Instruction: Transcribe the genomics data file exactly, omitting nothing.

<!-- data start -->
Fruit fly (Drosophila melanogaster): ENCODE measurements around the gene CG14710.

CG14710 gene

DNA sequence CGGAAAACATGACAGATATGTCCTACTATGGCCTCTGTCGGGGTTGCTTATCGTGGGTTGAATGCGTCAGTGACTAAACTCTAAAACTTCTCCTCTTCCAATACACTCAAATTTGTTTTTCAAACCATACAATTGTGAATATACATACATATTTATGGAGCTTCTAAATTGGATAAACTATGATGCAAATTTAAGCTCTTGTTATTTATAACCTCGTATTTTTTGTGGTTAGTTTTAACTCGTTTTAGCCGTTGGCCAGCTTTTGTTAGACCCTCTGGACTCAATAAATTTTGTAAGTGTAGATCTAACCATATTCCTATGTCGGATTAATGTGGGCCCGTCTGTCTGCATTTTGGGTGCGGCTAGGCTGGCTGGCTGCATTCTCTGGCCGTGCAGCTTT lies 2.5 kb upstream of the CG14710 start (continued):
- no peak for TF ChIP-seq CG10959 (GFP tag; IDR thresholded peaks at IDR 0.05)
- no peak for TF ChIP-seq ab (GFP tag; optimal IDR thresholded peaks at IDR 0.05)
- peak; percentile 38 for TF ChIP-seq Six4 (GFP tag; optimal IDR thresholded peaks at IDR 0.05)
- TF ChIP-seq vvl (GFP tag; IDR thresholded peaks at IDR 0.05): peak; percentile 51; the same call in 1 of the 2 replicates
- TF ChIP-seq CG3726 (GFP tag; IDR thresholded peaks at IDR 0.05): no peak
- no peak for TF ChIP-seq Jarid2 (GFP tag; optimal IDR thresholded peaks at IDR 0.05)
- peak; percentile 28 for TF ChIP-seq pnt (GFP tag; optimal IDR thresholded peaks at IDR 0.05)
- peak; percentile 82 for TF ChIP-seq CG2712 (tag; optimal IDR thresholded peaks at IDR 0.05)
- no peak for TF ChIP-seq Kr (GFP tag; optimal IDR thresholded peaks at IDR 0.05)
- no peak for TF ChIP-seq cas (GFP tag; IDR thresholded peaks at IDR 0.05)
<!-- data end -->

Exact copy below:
Fruit fly (Drosophila melanogaster): ENCODE measurements around the gene CG14710.

CG14710 gene

DNA sequence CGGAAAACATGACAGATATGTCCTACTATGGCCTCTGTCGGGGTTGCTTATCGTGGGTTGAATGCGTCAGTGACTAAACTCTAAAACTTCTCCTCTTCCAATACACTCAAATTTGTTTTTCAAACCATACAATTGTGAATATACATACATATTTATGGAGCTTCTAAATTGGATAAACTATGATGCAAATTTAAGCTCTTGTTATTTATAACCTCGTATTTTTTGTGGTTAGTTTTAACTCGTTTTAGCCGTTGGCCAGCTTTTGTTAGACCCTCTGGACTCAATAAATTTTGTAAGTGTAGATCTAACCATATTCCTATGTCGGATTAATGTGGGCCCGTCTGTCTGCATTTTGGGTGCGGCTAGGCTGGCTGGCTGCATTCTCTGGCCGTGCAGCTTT lies 2.5 kb upstream of the CG14710 start (continued):
- no peak for TF ChIP-seq CG10959 (GFP tag; IDR thresholded peaks at IDR 0.05)
- no peak for TF ChIP-seq ab (GFP tag; optimal IDR thresholded peaks at IDR 0.05)
- peak; percentile 38 for TF ChIP-seq Six4 (GFP tag; optimal IDR thresholded peaks at IDR 0.05)
- TF ChIP-seq vvl (GFP tag; IDR thresholded peaks at IDR 0.05): peak; percentile 51; the same call in 1 of the 2 replicates
- TF ChIP-seq CG3726 (GFP tag; IDR thresholded peaks at IDR 0.05): no peak
- no peak for TF ChIP-seq Jarid2 (GFP tag; optimal IDR thresholded peaks at IDR 0.05)
- peak; percentile 28 for TF ChIP-seq pnt (GFP tag; optimal IDR thresholded peaks at IDR 0.05)
- peak; percentile 82 for TF ChIP-seq CG2712 (tag; optimal IDR thresholded peaks at IDR 0.05)
- no peak for TF ChIP-seq Kr (GFP tag; optimal IDR thresholded peaks at IDR 0.05)
- no peak for TF ChIP-seq cas (GFP tag; IDR thresholded peaks at IDR 0.05)